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Discussion Starter · #1 ·
Hi- new to the DogForums!

We have a 3 year old Golden rescue dog who is very docile and non-aggressive. He is neutered. He plays well with other dogs; we have always had 2 dogs and he also plays with other dogs.
we just adopted a 1 year black lab mix, neutered, from the humane society. His name is Perry. He was with a family who returned him for "barking" but I suspect they underestimated the work involved.
He is sweet, playful and mostly housetrained. he knows how to sit and knows his name. He does fairly well on a lead. He does normal puppy stuff--chewing, stealing shoes and toys--all fixable in my book.
Here is my concern:
On first intro, Perry and Ralphie did well. No signs of aggression. Since then however, we have had about 6 dog fights. 2 were pretty bad, the rest were short lived with our intervention.
They have also played very well together, good dog wrestling and chasing.
Most of the fights have involved high energy situations: our return home, over a toy, during a thunderstorm.
Here is my question:
Does this mean that this dog is likely to become aggressive towards people at some point? Should I be concerned for my children's safety?

We have challnged him by stealing toys, taking his food away etc and he has always submitted to me and my husband. My children are 10 and 5 and have grown up with large dogs. Perry has never growled or snapped at them either.

Is this a fixable behavior?
Sorry so long- wanted to make sure you had all the info!!:)
Jeanie
 

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First things first. Do NOT start stealing his food and toys. That is one way to make a dog become more into guarding objects. Instead play "trade up" for items he has. (offer a tasty treat for a toy or food dish etc...) Why? Because it is not about who is boss it is about teaching the dog that it is alright to give things up. To your dog it will just mean "something good is about to come my way" not "guard this or I will lose it." As far as your dogs fighting, sounds like you have to adolescent males in the house. It is sadly, a recipe for disaster. You can more then likely, manage the situation.
I would start applying NILIF (sticky at the top of training forum) for all dogs in the house. Make certain that all family members are on board and using the same training techniques.
Just because your dogs go at it does not mean the dog will turn on you. That said, dogs fighting are dangerous and your kids could get hurt if they are standing right there or if they try to break it up. Teach them to NOT try to break up any dog fight at any time. I would not have these dogs together unattended until progress has been made.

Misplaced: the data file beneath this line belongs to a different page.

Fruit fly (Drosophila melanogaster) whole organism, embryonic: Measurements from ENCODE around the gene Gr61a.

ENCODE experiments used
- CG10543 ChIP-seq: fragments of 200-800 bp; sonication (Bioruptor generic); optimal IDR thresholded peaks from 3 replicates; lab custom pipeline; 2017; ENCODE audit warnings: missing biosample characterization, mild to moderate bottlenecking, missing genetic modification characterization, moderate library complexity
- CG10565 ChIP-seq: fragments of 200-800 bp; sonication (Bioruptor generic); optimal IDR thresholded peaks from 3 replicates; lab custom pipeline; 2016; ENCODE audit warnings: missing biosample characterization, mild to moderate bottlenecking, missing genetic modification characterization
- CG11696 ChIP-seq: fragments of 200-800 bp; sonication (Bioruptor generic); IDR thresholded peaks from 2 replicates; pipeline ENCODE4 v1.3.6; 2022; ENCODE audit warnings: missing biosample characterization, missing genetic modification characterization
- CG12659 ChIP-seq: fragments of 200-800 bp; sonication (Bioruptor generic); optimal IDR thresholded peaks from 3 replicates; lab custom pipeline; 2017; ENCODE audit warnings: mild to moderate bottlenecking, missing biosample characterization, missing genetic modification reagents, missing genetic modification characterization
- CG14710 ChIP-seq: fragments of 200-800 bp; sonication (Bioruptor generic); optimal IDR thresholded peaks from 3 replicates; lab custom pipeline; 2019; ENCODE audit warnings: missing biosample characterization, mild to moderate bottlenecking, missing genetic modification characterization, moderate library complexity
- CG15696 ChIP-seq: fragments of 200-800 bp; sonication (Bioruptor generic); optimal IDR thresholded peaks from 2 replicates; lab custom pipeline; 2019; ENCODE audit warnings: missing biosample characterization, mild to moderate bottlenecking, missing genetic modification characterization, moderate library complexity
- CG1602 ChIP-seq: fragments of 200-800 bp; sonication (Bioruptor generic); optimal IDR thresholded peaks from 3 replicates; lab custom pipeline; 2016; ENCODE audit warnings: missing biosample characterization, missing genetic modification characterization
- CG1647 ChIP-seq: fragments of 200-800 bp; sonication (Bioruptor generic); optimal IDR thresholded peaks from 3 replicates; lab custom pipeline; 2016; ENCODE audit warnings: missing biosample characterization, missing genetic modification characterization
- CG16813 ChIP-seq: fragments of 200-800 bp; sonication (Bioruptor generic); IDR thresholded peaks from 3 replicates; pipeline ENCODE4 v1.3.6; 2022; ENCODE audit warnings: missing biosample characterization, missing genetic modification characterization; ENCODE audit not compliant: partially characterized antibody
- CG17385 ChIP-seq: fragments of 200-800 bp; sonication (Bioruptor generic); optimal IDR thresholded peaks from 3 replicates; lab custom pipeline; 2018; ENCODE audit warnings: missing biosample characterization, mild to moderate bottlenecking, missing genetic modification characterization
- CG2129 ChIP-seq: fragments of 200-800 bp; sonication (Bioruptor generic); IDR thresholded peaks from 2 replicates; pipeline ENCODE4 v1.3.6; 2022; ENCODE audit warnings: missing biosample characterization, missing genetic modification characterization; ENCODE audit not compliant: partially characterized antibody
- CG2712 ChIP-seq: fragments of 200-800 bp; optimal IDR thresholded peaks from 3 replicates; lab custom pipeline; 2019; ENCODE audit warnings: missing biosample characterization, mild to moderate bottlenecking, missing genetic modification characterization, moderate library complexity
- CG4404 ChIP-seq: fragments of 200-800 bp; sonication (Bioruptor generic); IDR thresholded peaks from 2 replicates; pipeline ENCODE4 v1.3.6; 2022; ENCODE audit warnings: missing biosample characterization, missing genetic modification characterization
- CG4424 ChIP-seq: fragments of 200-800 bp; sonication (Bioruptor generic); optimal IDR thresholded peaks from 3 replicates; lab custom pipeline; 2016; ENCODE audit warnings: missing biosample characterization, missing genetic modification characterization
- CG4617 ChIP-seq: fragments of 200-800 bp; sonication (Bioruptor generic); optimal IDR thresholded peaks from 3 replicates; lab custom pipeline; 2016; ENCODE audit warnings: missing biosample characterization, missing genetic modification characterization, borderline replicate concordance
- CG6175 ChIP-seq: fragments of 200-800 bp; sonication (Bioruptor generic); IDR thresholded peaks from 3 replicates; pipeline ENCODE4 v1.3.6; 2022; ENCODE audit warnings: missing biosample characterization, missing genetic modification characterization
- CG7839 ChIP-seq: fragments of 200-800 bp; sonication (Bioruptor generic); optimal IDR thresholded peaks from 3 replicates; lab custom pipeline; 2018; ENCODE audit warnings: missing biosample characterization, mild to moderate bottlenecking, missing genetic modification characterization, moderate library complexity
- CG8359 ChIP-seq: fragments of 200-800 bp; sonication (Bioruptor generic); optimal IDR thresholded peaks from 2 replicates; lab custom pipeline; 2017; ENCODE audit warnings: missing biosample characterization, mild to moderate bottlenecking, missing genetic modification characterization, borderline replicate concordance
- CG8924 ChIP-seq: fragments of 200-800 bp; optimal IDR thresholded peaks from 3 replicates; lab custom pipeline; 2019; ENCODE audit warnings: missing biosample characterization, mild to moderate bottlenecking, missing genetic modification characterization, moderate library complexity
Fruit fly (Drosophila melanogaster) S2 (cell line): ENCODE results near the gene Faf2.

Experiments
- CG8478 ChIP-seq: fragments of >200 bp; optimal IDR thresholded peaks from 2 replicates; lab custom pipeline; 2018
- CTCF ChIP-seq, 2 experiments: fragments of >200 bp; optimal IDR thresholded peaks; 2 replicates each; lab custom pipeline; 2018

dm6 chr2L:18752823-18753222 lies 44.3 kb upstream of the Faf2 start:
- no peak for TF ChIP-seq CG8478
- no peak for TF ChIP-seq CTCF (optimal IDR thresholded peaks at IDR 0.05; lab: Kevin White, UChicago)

I also suggest some formal training classes. They are to help you as much as to help the dog. It is also a wonderful way to bond with your dog. Your 10 year old may be old enough to help with that. Good luck to you. I am sure you can work this out, with some effort.
 

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I agree with Inga... the first thing I was going to tell you is STOP taking away his things without warning. You want your dog to learn "having things taken away from me is okay." NOT "someone is going to take this from me anytime" which makes him feel vulnerable and defensive. In order to teach "having things taken away from me is okay", you trade him for something of equal or higher value. You won't always have to do this... but it reinforces that having things taken from him precedes good things.

I am not sure if you need to be concerned about human aggression. Dog aggression does not translate at all into human aggression, if that's what you're asking. But resource guarding does. It's impossible to tell what kind of aggression Perry has without looking closely at his triggers. A professional behaviorist (different from an obedience trainer) will be able to help with this.
 

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Discussion Starter · #4 ·
Thanks for all the helpful info!
I probably did not make myself clear, I already felt like I had written so much..
we are NOT taking his stuff without warning, I am not that dumb!!
I already know about trading etc.
These episodes pretty much always occurs around chew toys. We do always supervise them, they are never left unattended together.
my main question was:
1. Is this unfixable?
2. Does dog aggression end up translating into aggression to humans?
thanks
jeanie
 

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1. If it is an issue with toy guarding then it is a bit clearer. Is it a case of Peppy trying to steal your 10 y/o's toys? Do they ever have to share toys? (Dogs generally don't share well.) Does your 10 y/o steal toys? etc.

2. No, this is not unfixable. You may always have to manage it at a very fundamental level (ie don't let them chew toys while unsupervised) but no it will not always be a problem.

3. Dog aggression does not translate into human aggression. However, dog aggression is not what Peppy has... Peppy is a resource guarder and yes, resource guarders can be aggressive to both dogs and people.
 

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I can't let my two young male dogs be together with toys or bones or they will fight over them, otherwise they play together just fine. Neither of them however are aggressive with people at all (or other dogs otherwise). I have worked with both to ensure they don't feel the need to gaurd things from people by constantly playing the trading game with them. They have something, I offer a treat, they take the treat then they get the toy back. I do it a couple of times a day with all 3 of my dogs. That way when a time does come that I need to take something and can't give it back they have no problem with that. I would have your kids play the trading game (with you right there of course) with the dogs as well as both of you.